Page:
antivirus for androids Are Useless — Here’s What to Do Instead

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antivirus for androids Are Useless

antivirus for androids Are Useless

antivirus for androids Are Useless — Here’s What to Do Instead

The solution pushed by Anti-Virus companies is to install a security suite that manually scans every app, monitors your Web traffic, and so on. These apps tend to be a drain on resources and are generally annoying with plentiful notifications and pop ups. You probably don’t need to install Lookout, AVG, Symantec/Norton, or any of the other AV apps on Android. Instead, there are some completely reasonable steps you can take that won’t drag down your phone. For example, your phone already has antivirus protection built-in.

antivirus for androids

What you should do to stay safe

Your first line of defense is to simply not mess around with Android’s default security settings. To get Google certification, each and every phone and tablet comes with “Unknown sources” disabled in the security settings. If you want to sideload an APK downloaded from outside Google Play, all you need to do is check that box. Leaving this disabled keeps you safe from virtually all Android malware, because there’s almost none of it in the Play Store.

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Verify Apps

There are legitimate reasons to allow unknown sources, though. For example, Amazon’s Appstore client sideloads the apps and games you buy, and many reputable sites re-host official app updates that are rolling out in stages so you don’t have to wait your turn. If you do take advantage of this feature, the first time you do so a box will pop up asking you to allow Google to scan for malicious activity. This is known as Verify Apps and it’s part of Google Play Services on virtually all official Android phones. Google has confirmed that QuadRooter is detected and disabled by Verify Apps. So, even if your device is lagging on security updates, you shouldn’t have to worry.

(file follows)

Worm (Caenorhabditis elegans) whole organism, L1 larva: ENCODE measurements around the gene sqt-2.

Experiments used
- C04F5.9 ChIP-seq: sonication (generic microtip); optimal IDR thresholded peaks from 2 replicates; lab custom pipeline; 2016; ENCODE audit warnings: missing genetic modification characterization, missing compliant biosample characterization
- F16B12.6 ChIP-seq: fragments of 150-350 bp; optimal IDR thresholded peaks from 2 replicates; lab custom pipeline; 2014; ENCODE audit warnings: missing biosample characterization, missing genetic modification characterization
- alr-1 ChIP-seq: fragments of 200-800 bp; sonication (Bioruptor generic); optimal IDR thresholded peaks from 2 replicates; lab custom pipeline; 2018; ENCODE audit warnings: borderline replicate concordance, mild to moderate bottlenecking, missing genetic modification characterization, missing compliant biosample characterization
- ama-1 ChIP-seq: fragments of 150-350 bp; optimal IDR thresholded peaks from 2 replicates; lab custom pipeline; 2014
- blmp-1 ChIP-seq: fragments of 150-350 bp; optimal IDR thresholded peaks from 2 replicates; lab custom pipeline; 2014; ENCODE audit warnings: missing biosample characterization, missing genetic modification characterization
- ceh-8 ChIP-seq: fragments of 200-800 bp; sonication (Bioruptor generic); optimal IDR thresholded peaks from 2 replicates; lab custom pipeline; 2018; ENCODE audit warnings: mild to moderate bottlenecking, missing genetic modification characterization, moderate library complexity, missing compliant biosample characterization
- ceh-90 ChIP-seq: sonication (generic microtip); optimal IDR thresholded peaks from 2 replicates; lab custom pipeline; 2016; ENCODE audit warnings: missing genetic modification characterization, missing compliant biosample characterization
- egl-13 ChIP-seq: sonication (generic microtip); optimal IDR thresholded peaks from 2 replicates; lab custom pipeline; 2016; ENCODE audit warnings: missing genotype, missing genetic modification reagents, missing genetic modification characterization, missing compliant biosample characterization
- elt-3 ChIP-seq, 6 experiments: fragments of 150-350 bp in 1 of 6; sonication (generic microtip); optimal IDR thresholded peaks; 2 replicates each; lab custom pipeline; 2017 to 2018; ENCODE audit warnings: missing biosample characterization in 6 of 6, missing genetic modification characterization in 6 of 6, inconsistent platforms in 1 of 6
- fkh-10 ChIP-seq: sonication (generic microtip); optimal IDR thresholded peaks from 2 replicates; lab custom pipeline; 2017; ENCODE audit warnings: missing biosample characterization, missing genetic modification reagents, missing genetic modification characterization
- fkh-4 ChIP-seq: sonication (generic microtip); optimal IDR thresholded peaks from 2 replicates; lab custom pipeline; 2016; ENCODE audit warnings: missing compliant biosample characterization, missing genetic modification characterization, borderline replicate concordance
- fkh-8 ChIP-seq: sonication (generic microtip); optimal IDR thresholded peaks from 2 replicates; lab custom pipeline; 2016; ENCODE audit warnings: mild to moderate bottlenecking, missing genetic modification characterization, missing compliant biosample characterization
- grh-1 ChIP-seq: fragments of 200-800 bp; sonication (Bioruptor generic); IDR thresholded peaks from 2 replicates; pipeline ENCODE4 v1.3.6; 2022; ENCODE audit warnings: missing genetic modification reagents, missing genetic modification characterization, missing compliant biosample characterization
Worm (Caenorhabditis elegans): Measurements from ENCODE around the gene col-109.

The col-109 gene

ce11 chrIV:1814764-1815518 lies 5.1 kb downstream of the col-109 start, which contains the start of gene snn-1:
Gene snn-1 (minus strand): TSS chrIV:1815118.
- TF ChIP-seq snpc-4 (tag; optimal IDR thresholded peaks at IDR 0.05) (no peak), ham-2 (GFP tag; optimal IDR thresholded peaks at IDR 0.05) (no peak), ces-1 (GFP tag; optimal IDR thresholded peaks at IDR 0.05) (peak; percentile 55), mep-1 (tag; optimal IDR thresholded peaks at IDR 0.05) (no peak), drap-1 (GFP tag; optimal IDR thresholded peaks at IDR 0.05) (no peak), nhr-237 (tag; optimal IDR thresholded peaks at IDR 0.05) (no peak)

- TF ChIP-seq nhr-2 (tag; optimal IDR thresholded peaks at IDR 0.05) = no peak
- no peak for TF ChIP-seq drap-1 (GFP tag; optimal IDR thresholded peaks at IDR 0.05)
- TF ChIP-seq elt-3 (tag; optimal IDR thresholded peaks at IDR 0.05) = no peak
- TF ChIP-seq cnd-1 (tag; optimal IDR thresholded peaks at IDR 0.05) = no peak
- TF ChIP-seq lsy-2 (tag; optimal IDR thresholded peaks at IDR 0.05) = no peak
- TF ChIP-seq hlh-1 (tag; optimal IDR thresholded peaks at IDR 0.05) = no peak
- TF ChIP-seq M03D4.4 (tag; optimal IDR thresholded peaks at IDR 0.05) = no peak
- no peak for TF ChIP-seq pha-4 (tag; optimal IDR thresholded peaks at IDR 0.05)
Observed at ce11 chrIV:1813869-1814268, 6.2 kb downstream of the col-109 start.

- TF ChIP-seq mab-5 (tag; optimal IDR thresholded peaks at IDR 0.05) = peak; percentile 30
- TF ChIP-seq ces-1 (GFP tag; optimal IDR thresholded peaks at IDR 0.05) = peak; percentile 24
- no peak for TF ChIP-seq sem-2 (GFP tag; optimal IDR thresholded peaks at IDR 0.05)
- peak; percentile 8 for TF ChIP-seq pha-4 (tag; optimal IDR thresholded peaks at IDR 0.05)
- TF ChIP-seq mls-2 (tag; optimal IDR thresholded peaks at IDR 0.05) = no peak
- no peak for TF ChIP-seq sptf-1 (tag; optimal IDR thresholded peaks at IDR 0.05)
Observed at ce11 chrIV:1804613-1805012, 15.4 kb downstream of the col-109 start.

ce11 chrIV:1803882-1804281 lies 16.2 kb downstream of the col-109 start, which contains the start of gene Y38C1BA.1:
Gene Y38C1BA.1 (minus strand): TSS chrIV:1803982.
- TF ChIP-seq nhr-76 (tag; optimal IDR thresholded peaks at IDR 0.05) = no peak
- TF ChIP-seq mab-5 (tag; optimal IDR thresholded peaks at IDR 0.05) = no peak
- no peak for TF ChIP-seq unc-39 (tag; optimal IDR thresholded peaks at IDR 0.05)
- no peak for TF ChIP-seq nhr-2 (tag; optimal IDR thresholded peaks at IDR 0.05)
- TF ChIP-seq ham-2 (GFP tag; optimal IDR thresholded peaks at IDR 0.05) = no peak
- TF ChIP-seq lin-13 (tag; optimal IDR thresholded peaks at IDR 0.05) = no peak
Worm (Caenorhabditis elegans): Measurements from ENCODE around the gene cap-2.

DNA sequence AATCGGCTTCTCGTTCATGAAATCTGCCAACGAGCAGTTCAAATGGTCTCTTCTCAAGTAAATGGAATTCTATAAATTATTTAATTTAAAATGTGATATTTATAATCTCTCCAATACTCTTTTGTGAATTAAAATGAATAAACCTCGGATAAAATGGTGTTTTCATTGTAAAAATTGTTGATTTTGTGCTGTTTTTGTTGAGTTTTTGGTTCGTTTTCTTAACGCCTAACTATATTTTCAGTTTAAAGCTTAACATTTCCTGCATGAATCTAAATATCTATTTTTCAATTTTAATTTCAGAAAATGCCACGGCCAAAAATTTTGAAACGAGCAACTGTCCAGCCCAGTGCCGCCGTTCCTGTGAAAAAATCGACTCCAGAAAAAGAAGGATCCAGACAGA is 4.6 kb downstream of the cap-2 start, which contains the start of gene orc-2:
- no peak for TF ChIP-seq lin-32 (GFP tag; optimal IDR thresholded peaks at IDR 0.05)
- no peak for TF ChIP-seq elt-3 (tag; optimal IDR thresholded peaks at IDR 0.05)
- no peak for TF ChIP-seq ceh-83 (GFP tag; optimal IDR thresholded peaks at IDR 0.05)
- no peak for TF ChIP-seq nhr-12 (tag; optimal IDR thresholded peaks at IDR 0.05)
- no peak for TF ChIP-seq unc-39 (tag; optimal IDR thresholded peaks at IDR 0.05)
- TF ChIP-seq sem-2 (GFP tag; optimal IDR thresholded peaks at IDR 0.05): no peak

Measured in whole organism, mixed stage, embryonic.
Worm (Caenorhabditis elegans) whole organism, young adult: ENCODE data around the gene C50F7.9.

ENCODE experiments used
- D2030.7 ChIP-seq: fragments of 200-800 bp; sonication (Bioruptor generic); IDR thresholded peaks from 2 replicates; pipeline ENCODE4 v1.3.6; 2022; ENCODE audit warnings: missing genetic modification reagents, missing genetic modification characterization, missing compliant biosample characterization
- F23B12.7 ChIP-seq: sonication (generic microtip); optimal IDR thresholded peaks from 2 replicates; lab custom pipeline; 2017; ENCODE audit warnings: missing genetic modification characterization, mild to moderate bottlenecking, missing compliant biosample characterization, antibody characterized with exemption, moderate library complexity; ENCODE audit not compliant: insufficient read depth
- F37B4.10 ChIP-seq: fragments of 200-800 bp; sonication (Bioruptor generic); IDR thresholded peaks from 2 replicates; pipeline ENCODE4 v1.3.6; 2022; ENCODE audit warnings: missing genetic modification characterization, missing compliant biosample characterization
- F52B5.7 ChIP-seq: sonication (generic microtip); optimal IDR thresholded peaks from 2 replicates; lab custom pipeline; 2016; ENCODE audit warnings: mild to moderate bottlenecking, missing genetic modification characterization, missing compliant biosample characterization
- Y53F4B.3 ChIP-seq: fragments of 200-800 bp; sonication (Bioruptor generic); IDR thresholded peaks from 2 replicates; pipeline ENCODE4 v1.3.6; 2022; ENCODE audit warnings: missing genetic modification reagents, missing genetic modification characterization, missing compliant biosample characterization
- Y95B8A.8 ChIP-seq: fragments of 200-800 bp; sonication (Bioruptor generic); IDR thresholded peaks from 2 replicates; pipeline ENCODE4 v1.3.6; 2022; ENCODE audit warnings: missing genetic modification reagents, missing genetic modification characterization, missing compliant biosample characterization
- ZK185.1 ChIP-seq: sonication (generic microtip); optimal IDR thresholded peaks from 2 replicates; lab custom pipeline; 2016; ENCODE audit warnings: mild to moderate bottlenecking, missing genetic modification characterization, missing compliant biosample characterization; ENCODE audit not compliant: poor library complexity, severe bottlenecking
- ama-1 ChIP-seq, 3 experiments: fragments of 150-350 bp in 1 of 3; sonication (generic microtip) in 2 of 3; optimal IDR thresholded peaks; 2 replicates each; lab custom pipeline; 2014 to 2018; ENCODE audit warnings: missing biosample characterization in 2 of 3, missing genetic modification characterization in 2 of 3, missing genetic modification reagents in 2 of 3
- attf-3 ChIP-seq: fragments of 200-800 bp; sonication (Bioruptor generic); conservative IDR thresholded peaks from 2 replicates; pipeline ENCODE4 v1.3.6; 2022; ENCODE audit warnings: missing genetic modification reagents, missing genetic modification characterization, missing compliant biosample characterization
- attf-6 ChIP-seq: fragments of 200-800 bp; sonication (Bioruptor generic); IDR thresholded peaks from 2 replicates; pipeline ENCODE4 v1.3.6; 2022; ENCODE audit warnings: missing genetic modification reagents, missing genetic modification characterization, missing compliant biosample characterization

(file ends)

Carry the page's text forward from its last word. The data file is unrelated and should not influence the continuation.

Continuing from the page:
Users have been rooting their Android phones ever since the first handsets hit the market, but it’s less common these days. The platform offers many of the features people used to root in order to acquire. Using rooted Android is basically like running a computer in administrator mode. While it’s possible to run a rooted phone safely, it’s definitely a security risk. Some exploits and malware needs root access to function, and otherwise it’s harmless even if you do somehow install it. If you don’t have a good reason to root your phone or tablet, just don’t open yourself up to that possibility.

 

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Android apps also exist that might not be “malware” per se, but you might not want them on your phone because they snoop through your data. Most people don’t read the permissions for the apps they install, but the Play Store does make all that information available. As of Android 6.0, apps need to request access to sensitive permissions like access to your contacts, local storage, microphone, camera, and location tracking. If an app has reason to access these modules (like a social networking app), you’re probably fine. If, however, a flashlight app is asking for your contact list, you might want to think again. The system settings include the tools to manually revoke permissions for any app.

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antivirus for androids

It really just takes a tiny bit of common sense to avoid Android malware. If you do nothing else, keeping your downloads limited to the Play Store and other 100% trustworthy sources will keep you safe from almost all threats out there. The antivirus apps are at best redundant and at worst a detriment to your system performance.

antivirus for androids

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